At the conclusion of the first article, we used the Auto Sum feature to generate some simple measures for several numeric fields in the Internet Sales and Reseller Sales tables. Let’s take a look at these. Open the Model.BIM file in the model designer and choose the Internet Sales table using the tabs at the bottom of the page. Below the Order Quantity column, you should see the auto sum measure we created. The lower grid is called the Calculation Area. Click this cell and take a look at this measure expression in the formula bar above the grid:

Sum of Order Quantity:=SUM([Order Quantity])

I’m not a big fan of this “Sum of…” naming convention. I think its fine for small, simple models, but it doesn’t work very well in a variety of cases--and here is one of those cases. Take a look at the measure under the “Order Quantity” column in the Reseller Sales table. That one is named “Sum of Order Quantity 2” because the designer needed to created unique measure names and arbitrarily stuck a number at the end. Let’s fix this. For each of the measures in the Internet Sales table, replace the text “Sum of” with “Internet.” In the Reseller Sales table, replace the “Sum of” prefix with “Reseller” and remove any trailing numbers in the name. After making each change, press the Enter key and wait for it to save changes. Renaming objects is tedious work, but it’s important to get it right before creating expressions that depend on these names.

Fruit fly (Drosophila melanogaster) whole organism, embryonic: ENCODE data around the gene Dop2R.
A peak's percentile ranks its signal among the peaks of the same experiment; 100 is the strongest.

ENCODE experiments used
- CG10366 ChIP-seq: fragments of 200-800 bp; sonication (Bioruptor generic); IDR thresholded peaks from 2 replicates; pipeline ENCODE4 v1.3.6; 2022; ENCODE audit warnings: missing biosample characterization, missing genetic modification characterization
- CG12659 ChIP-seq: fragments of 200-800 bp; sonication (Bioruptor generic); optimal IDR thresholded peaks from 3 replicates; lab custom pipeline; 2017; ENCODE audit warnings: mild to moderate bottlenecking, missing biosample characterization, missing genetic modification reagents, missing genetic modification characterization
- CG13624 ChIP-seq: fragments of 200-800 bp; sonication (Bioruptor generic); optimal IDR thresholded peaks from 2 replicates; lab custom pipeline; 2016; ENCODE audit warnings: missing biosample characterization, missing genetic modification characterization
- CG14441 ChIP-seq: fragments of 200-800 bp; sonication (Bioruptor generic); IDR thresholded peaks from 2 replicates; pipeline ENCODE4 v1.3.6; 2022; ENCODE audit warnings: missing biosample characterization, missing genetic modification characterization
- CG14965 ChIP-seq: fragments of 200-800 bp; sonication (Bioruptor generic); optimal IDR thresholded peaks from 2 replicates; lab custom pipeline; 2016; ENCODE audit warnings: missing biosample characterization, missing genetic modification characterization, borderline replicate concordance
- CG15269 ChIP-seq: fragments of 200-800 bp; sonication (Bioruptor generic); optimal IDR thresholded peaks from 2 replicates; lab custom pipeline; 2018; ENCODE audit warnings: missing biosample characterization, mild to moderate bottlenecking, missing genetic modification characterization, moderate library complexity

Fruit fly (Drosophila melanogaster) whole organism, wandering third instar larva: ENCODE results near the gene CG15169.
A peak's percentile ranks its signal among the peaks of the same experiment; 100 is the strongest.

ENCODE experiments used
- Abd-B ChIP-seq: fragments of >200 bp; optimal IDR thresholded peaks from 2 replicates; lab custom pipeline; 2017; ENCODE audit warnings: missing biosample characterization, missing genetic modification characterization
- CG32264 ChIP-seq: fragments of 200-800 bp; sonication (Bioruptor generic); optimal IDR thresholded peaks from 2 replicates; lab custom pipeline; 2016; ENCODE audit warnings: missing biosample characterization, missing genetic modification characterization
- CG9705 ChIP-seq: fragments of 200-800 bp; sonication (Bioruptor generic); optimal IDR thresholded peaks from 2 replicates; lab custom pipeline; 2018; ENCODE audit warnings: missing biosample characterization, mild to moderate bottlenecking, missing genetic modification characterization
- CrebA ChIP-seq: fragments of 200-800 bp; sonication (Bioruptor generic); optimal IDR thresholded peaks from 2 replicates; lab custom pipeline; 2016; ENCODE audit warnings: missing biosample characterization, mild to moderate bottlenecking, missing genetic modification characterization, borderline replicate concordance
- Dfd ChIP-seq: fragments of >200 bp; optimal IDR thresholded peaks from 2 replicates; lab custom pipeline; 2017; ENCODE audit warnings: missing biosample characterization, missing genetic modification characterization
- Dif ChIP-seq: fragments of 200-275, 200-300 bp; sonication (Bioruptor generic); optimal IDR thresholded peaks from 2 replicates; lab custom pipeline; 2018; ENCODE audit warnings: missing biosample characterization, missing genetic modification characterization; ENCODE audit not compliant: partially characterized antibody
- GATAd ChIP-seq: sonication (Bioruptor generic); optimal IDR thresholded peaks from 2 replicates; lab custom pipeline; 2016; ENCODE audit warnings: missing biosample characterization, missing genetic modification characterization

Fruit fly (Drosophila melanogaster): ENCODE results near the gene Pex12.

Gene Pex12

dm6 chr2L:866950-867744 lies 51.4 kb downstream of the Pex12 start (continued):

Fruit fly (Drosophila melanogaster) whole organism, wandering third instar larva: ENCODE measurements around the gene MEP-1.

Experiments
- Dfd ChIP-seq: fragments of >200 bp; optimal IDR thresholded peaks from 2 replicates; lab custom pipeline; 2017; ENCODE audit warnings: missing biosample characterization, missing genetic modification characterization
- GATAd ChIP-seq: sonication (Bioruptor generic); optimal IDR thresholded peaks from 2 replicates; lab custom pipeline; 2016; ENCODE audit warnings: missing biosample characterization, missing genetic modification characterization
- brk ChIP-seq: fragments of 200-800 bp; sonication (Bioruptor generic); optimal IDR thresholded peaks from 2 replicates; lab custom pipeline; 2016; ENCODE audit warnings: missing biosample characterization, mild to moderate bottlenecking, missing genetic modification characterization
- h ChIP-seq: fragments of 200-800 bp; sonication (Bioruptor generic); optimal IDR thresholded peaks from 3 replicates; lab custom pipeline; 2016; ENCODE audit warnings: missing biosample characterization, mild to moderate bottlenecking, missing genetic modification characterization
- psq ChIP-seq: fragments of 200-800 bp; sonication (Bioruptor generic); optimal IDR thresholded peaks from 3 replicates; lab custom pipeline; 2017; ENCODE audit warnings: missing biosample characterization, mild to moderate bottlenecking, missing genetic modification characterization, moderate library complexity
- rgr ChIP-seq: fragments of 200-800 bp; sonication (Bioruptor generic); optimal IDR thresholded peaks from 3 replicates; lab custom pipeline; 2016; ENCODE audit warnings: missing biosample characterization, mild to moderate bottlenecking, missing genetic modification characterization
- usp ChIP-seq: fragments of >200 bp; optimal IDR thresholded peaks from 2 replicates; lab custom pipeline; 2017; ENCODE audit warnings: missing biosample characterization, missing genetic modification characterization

Place the cursor in the left-most cell, top row of the calculation area and enter this expression: